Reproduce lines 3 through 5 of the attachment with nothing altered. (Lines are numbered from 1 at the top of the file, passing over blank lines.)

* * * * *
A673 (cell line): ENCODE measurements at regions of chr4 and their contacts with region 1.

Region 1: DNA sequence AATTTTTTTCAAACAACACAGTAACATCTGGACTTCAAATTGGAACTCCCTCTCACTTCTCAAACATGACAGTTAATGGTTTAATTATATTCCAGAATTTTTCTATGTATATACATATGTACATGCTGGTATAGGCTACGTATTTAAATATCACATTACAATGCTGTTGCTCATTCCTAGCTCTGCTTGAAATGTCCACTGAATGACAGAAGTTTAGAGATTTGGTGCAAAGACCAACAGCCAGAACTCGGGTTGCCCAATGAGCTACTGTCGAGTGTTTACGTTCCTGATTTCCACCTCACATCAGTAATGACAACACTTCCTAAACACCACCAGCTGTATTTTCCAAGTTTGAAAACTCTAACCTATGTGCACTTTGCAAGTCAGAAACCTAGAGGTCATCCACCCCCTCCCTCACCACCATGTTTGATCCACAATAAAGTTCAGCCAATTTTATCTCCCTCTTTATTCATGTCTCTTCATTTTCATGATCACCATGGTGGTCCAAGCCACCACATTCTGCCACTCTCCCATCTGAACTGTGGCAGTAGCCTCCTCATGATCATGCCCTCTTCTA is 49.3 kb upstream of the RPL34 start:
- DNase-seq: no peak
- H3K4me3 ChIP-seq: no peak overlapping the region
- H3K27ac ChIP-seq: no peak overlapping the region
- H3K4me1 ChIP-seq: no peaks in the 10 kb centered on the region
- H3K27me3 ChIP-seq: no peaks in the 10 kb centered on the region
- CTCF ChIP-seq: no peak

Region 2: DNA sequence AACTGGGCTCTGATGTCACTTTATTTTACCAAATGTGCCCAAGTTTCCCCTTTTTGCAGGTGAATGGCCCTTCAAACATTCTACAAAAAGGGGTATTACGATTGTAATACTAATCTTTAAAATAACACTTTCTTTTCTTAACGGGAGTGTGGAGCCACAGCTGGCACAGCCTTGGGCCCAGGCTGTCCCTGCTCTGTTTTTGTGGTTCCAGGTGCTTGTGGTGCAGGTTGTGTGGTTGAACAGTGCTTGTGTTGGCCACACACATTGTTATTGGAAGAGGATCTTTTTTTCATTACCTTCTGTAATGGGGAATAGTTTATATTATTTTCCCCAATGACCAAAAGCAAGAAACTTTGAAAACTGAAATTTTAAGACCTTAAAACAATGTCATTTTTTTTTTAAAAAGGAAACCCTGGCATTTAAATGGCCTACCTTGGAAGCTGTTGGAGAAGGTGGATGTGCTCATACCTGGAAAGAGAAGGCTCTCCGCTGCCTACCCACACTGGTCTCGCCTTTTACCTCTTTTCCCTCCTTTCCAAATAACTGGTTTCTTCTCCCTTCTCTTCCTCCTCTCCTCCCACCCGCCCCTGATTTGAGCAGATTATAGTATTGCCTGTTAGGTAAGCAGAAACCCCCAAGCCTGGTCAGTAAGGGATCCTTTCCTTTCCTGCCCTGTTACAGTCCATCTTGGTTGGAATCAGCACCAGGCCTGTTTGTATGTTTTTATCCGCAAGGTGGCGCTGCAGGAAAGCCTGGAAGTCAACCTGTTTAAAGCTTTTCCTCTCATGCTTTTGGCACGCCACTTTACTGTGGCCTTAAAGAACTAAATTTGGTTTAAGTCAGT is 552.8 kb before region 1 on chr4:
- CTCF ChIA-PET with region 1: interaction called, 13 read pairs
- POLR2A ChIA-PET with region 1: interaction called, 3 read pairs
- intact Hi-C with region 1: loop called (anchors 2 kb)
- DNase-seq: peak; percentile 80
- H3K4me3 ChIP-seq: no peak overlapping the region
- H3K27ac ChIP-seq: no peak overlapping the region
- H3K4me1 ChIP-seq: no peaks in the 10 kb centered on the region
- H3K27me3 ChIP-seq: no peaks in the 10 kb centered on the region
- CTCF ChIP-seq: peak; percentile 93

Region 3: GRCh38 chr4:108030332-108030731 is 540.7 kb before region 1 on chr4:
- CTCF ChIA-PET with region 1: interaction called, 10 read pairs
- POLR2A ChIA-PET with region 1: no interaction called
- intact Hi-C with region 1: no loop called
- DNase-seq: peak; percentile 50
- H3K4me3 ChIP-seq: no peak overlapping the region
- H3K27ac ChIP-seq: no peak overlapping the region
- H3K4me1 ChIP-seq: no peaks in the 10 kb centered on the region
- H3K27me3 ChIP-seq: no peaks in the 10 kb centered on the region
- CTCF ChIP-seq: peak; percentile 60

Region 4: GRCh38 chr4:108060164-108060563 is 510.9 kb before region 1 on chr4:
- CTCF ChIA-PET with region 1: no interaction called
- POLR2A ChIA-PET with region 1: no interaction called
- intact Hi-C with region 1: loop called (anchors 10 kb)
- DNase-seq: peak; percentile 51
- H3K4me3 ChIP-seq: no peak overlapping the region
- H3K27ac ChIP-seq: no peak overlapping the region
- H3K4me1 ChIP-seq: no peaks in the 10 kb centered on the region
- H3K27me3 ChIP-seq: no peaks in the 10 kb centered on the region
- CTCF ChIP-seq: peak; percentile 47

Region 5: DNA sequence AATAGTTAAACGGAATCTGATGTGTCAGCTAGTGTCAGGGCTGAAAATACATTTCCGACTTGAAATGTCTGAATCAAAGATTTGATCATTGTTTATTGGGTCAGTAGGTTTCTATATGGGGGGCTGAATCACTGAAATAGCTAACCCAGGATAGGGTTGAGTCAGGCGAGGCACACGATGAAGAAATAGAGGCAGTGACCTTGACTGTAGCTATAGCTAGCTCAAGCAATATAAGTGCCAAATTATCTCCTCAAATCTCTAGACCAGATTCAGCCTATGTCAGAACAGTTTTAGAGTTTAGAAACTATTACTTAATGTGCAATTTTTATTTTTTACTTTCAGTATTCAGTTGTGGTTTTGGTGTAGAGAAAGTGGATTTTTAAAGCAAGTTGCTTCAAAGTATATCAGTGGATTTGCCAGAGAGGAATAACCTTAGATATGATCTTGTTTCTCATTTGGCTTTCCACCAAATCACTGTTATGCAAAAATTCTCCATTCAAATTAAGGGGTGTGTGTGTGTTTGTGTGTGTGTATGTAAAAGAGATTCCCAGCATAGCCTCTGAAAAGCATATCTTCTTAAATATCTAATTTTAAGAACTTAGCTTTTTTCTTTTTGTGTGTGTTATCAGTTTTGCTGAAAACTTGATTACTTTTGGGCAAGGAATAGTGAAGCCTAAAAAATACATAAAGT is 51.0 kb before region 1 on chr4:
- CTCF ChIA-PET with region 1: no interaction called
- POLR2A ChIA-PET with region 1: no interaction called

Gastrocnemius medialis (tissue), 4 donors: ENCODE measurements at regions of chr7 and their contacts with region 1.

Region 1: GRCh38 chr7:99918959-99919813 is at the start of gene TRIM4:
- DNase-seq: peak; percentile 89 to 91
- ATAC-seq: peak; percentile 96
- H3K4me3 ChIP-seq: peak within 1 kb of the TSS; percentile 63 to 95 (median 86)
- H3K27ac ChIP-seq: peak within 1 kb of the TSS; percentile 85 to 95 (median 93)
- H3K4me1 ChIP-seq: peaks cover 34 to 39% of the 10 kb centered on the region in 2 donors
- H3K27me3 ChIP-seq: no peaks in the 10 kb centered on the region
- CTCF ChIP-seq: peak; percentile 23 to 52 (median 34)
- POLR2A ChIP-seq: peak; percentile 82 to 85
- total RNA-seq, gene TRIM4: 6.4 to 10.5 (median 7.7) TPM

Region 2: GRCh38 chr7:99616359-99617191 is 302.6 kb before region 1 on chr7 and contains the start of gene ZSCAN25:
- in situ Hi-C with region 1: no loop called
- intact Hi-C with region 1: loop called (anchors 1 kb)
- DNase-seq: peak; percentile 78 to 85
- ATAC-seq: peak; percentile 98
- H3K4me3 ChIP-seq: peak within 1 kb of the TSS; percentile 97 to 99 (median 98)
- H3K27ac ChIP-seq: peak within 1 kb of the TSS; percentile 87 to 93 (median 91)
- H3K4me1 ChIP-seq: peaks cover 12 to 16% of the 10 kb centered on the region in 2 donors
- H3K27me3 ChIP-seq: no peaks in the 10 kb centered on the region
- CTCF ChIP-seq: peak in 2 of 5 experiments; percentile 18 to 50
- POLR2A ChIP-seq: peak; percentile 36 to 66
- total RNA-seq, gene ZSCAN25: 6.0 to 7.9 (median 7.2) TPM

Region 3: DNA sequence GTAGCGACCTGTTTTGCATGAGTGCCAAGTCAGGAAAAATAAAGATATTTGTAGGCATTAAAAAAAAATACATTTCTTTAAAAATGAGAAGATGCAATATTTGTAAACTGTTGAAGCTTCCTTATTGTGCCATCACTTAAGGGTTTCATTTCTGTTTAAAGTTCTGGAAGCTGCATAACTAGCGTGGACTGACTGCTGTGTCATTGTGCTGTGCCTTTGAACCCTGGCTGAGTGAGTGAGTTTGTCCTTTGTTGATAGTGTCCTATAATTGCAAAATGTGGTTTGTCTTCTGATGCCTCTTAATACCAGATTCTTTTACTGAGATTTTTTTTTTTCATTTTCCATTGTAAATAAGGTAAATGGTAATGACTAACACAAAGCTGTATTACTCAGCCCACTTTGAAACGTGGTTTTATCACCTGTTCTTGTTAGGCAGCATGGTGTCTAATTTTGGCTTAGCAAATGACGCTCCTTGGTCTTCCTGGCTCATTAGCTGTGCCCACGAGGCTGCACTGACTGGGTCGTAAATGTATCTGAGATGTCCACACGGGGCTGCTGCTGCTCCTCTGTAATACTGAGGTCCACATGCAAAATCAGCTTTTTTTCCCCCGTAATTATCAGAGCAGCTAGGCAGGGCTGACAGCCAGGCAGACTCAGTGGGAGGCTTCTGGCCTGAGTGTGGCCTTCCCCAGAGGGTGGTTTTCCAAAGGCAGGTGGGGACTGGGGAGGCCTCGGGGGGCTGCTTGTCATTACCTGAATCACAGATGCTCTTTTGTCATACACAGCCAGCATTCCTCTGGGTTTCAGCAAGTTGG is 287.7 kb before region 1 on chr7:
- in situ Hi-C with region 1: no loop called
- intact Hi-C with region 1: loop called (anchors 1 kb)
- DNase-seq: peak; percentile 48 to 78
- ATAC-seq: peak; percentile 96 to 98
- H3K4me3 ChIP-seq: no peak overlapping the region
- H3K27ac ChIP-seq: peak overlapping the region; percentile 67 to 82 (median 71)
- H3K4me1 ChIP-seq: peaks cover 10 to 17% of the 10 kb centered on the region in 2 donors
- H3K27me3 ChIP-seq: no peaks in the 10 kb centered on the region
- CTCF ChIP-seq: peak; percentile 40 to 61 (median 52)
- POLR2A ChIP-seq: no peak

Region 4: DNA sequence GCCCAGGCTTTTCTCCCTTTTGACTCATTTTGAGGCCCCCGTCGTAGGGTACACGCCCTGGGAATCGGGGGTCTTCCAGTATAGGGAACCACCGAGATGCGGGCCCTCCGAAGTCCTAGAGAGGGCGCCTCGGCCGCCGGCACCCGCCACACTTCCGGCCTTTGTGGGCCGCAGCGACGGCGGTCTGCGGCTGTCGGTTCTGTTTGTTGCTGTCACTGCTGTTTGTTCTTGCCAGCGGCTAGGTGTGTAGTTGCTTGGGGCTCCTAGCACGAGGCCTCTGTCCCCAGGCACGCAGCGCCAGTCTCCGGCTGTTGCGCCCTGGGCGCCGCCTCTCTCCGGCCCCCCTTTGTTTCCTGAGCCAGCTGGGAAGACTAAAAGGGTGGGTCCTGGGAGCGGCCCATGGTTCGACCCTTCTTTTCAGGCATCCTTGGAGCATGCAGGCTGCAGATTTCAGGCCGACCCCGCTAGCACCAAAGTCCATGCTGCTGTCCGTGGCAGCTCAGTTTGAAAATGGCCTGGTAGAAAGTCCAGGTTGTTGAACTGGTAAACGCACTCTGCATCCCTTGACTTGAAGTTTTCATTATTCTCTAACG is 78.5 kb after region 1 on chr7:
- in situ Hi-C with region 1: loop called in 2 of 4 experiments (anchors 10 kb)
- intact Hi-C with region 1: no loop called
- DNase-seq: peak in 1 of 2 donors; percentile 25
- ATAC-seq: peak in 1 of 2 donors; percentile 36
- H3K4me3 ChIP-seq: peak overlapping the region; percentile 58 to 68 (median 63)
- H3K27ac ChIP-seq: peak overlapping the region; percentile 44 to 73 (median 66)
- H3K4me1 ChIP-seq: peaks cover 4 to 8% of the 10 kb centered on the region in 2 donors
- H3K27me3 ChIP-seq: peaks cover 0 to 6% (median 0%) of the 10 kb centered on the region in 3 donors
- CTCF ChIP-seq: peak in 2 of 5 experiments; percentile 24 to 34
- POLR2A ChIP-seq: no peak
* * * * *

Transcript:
- DNase-seq: no peak
- H3K4me3 ChIP-seq: no peak overlapping the region
- H3K27ac ChIP-seq: no peak overlapping the region